Worldwide there are approximately 3,000 merchant ports and the work of the Harbour Master can vary widely from country to country and from port to port even within the same country.
On 13 November Port of Dover was awarded the ESPO Award 2019 in recognition of its successful strategy to reach out to the local community and to directly communicate with the port’s citizens.
Using social media as a new way of communicating and demonstrating a high level of transparency about operational achievements, future strategies and environmental challenges and performance is becoming increasingly important for European ports who can only function and further develop if they receive the licence to operate from the local citizens.
The ESPO Award was delivered by the Director-General of DG Move Henrik Hololei (pictured, right), during a ceremony at the Albert Hall in Brussels.
Looking back at the selection process in this eleventh in a series of the ESPO Award, the Chairman of the Jury, Dimitrios Theologitis (pictured, left), said: ‘The Jury was impressed by Port of Dover’s strategy which is centred around campaigns on all media, electronic and others, leaflets, consultations, forums, workshops, sports events. But the most important ingredient of this successful strategy is giving back to the community, be it financial participation in charities and community groups, making the installations available to the public for events, or foreseeing spaces and buildings open to the public.’
The Port of Dover won the 2019 Award for its project, Transparen-SEA (Socially Engaged Accountability), which aims to create a comprehensive and meaningful programme of consultative and social community engagement events alongside the cultivation of an internal network of port ambassadors whose advocacy ultimately permeates back into the local community where many live. This was all supported with a social media overlay that connects directly with the community and reinforces the aims of the project.
It was reported that the project has not just been focused on one particular aspect of engagement, it has been a wholesale immersion in the community and the community in the port. What is equally important is that the social media has not just been a faceless arm’s length engagement tool, but has been used to create the end result of much more face to face engagement so that the people of the port community and the people of the local community recognise each other, and do so as part of the same overall community, importantly all buying in to the same shared vision and giving everyone a sense of ownership of that process.
Richard Christian, Head of Policy and Communications, Port of Dover (pictured, second from the right), commented: ‘Having gone through such a rigorous selection process alongside many other great ports, to have been chosen as the winner is a fantastic achievement for the whole team at Dover. Our comprehensive and continuing programme of societal engagement is something of which we can be proud in setting the standard across Europe. Our thanks to ESPO and the judges for this great honour.’
The ESPO Award 2019 saw four projects from Port of Dover, Dublin Port Company, Ports of Stockholm and Union des Ports de France (UPF) compete for the prize.
US Coast Guard Air Station Savannah, Georgia, crew members were recognized on 21 February for their response during the Golden Ray rescue of September 2019.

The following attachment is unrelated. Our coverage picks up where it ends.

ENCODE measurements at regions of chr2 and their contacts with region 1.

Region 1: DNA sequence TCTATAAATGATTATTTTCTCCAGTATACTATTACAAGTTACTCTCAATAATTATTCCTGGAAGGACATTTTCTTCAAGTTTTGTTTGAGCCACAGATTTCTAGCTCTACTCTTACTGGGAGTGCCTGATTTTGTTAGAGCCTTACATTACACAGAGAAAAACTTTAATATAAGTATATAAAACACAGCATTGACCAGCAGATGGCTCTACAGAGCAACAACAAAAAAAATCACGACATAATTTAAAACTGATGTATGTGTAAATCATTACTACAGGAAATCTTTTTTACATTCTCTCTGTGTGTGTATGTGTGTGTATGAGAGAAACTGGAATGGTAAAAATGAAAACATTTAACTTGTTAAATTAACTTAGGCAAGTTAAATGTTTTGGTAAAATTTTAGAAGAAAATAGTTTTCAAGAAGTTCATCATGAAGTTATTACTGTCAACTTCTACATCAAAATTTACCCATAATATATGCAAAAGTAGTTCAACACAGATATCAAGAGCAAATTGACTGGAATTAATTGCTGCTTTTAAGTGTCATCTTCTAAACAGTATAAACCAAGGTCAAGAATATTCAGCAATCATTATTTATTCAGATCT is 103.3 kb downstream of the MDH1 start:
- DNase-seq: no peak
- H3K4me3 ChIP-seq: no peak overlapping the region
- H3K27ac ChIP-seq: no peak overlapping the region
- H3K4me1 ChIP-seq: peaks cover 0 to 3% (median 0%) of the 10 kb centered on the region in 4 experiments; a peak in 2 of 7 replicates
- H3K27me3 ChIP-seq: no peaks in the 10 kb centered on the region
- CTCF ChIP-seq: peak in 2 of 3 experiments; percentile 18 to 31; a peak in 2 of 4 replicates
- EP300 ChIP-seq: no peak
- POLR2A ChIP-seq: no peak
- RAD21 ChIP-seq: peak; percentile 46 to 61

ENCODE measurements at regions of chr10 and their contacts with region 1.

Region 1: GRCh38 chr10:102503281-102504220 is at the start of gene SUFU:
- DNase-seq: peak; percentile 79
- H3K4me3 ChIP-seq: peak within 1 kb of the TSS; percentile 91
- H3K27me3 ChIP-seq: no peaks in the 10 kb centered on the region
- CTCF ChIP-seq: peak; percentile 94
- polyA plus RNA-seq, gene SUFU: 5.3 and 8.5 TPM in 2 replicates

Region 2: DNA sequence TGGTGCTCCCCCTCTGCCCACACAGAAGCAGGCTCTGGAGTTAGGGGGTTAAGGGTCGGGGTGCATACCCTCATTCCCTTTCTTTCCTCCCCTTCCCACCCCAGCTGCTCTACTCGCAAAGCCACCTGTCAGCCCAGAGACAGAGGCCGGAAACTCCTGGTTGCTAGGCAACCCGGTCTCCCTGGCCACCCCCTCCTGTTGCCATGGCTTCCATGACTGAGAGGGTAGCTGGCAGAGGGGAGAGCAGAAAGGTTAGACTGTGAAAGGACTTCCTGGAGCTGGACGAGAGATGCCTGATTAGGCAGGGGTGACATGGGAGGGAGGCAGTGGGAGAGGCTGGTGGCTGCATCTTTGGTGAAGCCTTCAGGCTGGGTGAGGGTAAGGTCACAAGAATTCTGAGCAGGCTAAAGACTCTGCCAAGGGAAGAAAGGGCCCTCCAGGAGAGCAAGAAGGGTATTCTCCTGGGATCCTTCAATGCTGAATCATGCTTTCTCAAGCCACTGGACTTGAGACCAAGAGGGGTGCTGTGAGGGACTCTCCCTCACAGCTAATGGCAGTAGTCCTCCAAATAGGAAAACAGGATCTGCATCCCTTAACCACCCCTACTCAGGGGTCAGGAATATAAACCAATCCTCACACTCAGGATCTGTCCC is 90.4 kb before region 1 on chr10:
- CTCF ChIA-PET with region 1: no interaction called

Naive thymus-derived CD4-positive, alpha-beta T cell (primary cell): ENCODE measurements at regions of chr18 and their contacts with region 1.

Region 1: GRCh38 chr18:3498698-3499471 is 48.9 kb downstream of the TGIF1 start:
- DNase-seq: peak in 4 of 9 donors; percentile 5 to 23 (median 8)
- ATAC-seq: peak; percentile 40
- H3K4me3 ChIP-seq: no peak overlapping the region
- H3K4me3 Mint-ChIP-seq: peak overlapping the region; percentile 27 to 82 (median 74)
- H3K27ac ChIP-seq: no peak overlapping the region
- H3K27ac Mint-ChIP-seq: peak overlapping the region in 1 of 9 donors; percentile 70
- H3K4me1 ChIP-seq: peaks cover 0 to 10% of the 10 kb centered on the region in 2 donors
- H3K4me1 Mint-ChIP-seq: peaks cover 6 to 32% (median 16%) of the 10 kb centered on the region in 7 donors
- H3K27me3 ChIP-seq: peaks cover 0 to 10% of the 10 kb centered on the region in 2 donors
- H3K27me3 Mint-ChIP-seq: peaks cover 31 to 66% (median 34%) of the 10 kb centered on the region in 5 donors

Rear-Admiral Eric Jones, Coast Guard 7th District commander, and Master Chief Petty Officer Devin Spencer, 7th District Command Master Chief, presented Air Medals to Lieutenant Robert Mineo and Lieutenant Jeb Slick, both helicopter pilots, and to Petty Officer 1st Class Eric Young and Petty Officer 1st Class Nathan Newberg, both aviation survival technicians.
Jones and Spencer also presented Coast Guard Commendation Medals to Petty Officer 2nd Class Jared Blitz, an aviation maintenance technician, and Petty Officer Joseph Kelly, an avionics electrical technician.
Mineo, Slick, Young, and Newberg, Blitz, and Kelly were instrumental in rescuing crew members from the motor vessel Golden Ray, a 656-foot vehicle carrier that capsized in Brunswick, Georgia with 24 people aboard.
On 8 September 2019, Coast Guard Air Station Savannah aircrews responded to Golden Ray, one of the most significant cases of Air Station Savannah’s history.
Before daybreak, they hoisted five survivors to safety, including the ship’s Master and skilfully managed the safe withdrawal of the pilot boat captain to a Coast Guard Station Brunswick small boat waiting below.
On 19 & 20 November 2020, the Navigating a Changing Climate partners will organise a two-day conference as part of the 10th International Conference on Coastal and Port Engineering in Developing Countries (COPEDEC) to be held in The Philippines, hosted by The Philippine Ports Authority (see https://www.pianc-copedec2020.org/ )
Of this event, Navigating a Changing Climate at COPEDEC, partners will organise a two-day conference as part of the 10th International Conference on Coastal and Port Engineering in Developing Countries (COPEDEC) to be held in The Philippines, hosted by The Philippine Ports Authority.
Partners with PIANC are: IAPH, the International Harbour Masters’ Association, the International Maritime Pilots’ Association, IMarEST and others.
They set up Navigating a Changing Climate as a five-year ‘Marrakech Partnership’ initiative in 2015, in the lead up to the UN Paris Agreement on Climate Change. In addition to the partner associations, more than 50 organisations have signed up as Navigating a Changing Climate ‘supporters’.